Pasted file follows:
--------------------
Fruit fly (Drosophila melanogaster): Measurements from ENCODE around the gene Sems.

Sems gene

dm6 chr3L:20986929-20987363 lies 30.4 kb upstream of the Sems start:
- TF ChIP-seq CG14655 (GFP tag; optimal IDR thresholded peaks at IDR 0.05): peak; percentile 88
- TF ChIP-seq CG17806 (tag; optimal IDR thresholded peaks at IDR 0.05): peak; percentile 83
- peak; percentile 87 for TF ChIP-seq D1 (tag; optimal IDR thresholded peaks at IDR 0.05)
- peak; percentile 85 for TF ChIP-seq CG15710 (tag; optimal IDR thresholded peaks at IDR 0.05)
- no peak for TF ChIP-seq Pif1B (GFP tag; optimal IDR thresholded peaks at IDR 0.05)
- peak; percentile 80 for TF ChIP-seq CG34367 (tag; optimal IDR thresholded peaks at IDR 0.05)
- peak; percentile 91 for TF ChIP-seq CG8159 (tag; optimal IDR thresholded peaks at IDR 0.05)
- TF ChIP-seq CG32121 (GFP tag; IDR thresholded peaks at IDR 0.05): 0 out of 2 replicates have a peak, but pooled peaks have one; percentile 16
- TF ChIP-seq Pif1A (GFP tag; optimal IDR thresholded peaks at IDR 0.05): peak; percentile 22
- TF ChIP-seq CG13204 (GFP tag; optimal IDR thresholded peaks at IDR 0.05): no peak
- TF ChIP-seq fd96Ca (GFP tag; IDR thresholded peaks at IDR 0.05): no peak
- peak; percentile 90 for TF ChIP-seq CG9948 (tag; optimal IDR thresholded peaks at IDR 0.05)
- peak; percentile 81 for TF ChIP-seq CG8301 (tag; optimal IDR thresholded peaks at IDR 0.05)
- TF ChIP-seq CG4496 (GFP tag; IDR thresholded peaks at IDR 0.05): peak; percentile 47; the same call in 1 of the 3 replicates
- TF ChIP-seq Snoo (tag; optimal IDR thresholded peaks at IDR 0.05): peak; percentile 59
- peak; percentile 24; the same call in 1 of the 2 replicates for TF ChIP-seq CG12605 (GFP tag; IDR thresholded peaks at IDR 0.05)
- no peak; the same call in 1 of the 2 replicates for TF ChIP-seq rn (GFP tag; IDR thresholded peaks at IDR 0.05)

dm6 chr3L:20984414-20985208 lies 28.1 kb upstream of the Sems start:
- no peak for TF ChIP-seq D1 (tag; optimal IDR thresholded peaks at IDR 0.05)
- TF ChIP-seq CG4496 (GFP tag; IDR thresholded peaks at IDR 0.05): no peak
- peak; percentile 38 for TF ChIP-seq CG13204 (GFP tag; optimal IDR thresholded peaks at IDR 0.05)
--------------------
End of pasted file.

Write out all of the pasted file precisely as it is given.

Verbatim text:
Fruit fly (Drosophila melanogaster): Measurements from ENCODE around the gene Sems.

Sems gene

dm6 chr3L:20986929-20987363 lies 30.4 kb upstream of the Sems start:
- TF ChIP-seq CG14655 (GFP tag; optimal IDR thresholded peaks at IDR 0.05): peak; percentile 88
- TF ChIP-seq CG17806 (tag; optimal IDR thresholded peaks at IDR 0.05): peak; percentile 83
- peak; percentile 87 for TF ChIP-seq D1 (tag; optimal IDR thresholded peaks at IDR 0.05)
- peak; percentile 85 for TF ChIP-seq CG15710 (tag; optimal IDR thresholded peaks at IDR 0.05)
- no peak for TF ChIP-seq Pif1B (GFP tag; optimal IDR thresholded peaks at IDR 0.05)
- peak; percentile 80 for TF ChIP-seq CG34367 (tag; optimal IDR thresholded peaks at IDR 0.05)
- peak; percentile 91 for TF ChIP-seq CG8159 (tag; optimal IDR thresholded peaks at IDR 0.05)
- TF ChIP-seq CG32121 (GFP tag; IDR thresholded peaks at IDR 0.05): 0 out of 2 replicates have a peak, but pooled peaks have one; percentile 16
- TF ChIP-seq Pif1A (GFP tag; optimal IDR thresholded peaks at IDR 0.05): peak; percentile 22
- TF ChIP-seq CG13204 (GFP tag; optimal IDR thresholded peaks at IDR 0.05): no peak
- TF ChIP-seq fd96Ca (GFP tag; IDR thresholded peaks at IDR 0.05): no peak
- peak; percentile 90 for TF ChIP-seq CG9948 (tag; optimal IDR thresholded peaks at IDR 0.05)
- peak; percentile 81 for TF ChIP-seq CG8301 (tag; optimal IDR thresholded peaks at IDR 0.05)
- TF ChIP-seq CG4496 (GFP tag; IDR thresholded peaks at IDR 0.05): peak; percentile 47; the same call in 1 of the 3 replicates
- TF ChIP-seq Snoo (tag; optimal IDR thresholded peaks at IDR 0.05): peak; percentile 59
- peak; percentile 24; the same call in 1 of the 2 replicates for TF ChIP-seq CG12605 (GFP tag; IDR thresholded peaks at IDR 0.05)
- no peak; the same call in 1 of the 2 replicates for TF ChIP-seq rn (GFP tag; IDR thresholded peaks at IDR 0.05)

dm6 chr3L:20984414-20985208 lies 28.1 kb upstream of the Sems start:
- no peak for TF ChIP-seq D1 (tag; optimal IDR thresholded peaks at IDR 0.05)
- TF ChIP-seq CG4496 (GFP tag; IDR thresholded peaks at IDR 0.05): no peak
- peak; percentile 38 for TF ChIP-seq CG13204 (GFP tag; optimal IDR thresholded peaks at IDR 0.05)